Arts & CultureExhibits

The ‘Architecture of Internment’ exhibit is an eye-opening part of the 13th Annual DisOrient Asian-American Film Festival of Oregon



Until Sunday, April 22, a series of 13 haunting boards will sit on display in the lobby of Straub Hall. “The Architecture of Internment: the Build Up to Wartime Incarceration” exhibit details Oregon’s involvement in the Japanese internment camps from 1941 – 1942, following the attacks on Pearl Harbor. President Roosevelt’s Executive Order forced 120,000 Japanese Americans and immigrants to be incarcerated, including nearly all of the 4,000 Japanese Oregonians living here at the time.

“As a legal term, ‘internment’ means the detention of ‘enemy aliens’ during a time of war,” one board says. “The term was used to make the public more comfortable with what was, in fact, the mass imprisonment of people treated as if guilty of a crime.”

Excerpts from official government documents, provided by the Library of Congress and Oregon State Archives, refer to the Japanese with derogatory terms such as “Japs” and “aliens.” Oregon has and turbulent history of institutionalized racism, and this exhibit is eye-opening for those who may be unaware of just how dangerous these government actions can be.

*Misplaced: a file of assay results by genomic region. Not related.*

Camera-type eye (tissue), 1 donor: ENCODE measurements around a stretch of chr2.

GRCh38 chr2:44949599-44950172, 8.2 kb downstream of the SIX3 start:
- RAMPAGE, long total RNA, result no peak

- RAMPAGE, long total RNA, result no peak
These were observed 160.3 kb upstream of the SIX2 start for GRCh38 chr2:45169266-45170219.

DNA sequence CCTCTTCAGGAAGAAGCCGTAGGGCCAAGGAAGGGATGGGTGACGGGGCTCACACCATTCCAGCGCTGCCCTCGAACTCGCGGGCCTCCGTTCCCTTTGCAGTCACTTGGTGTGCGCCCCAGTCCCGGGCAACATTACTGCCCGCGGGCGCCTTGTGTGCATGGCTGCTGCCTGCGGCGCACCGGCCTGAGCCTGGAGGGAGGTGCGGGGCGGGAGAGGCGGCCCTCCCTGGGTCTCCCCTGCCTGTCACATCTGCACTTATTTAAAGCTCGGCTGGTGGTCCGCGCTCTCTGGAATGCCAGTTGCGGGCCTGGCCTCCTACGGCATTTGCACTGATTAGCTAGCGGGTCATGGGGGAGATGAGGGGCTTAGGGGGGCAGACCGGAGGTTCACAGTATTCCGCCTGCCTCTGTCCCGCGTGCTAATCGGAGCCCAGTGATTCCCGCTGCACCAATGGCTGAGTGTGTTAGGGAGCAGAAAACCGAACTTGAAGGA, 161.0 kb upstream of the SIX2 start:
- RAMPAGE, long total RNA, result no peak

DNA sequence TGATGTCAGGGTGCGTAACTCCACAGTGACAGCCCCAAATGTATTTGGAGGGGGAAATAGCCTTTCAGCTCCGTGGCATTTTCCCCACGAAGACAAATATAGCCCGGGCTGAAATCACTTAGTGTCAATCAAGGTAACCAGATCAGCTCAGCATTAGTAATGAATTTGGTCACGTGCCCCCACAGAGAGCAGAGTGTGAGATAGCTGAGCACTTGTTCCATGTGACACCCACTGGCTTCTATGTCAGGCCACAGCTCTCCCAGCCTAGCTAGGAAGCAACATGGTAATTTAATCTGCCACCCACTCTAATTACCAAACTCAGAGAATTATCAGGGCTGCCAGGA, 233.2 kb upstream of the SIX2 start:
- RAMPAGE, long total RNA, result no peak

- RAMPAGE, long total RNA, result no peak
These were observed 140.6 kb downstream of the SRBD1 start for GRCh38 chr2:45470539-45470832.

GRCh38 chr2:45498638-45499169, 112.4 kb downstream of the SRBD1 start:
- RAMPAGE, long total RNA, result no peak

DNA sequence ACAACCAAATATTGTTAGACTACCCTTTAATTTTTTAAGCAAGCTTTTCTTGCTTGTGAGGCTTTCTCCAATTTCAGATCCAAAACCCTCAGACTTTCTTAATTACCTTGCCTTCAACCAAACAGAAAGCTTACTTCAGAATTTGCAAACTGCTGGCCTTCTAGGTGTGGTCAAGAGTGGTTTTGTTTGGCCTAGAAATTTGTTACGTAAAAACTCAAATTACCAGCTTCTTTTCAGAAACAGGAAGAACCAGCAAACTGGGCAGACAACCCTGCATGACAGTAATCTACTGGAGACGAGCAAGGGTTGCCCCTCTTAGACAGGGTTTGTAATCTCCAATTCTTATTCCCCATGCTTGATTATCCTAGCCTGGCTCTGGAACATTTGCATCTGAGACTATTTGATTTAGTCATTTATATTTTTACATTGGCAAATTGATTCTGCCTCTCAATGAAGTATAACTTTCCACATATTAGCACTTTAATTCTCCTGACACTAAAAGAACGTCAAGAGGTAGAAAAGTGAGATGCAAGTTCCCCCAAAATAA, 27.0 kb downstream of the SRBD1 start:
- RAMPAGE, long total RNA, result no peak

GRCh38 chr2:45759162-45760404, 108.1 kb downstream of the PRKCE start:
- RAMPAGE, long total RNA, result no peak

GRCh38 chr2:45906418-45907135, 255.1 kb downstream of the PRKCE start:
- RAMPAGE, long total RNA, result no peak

“The Architecture of Internment” is part of the 13th annual DisOrient Asian American Film Festival of Oregon, which highlights 12 feature-length films and 16 short films, all created by and starring people of color. According to a study by the USC Annenberg School for Communication and Journalism, 5.7% of the 900 most popular films of 2017 featured Asian roles, and 3% employed Asian directors. DisOrient aims to provide a platform for independent Asian and Pacific Islander filmmakers to screen their work.

Today, there are two chances to catch screenings of activist Anastasia Lin’s documentary, “Badass Beauty Queen,” at the Broadway Metro (43 W Broadway) at 11:30 a.m. and 4:30 p.m. Lin herself will hold a Q&A after each showtime. There will also be a free panel on Asian Americans in film and media at Lane Community College, featuring five of the DisOrient film directors, at 3:30 p.m. And after a long day of movie viewing, you can unwind at the Aloha Friday celebration today 6 p.m. at Whirled Pies (199 W 8th Ave) and enjoy live music from Hawaiian musicians.

The DisOrient festivities this weekend will be held in multiple rooms in the EMU (1395 University St), and DisOrient founder Jason Mak will host a Q&A and screening of his documentary “A Taste of Home” at 10:30 a.m. in the EMU’s Redwood Auditorium.

The Architecture of Internment exhibit is free and will be on display in the Straub lobby until Sunday. The full program and schedule of the DisOrient Film Festival are available here, as well as links to purchase tickets.


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Mia Vicino

Mia Vicino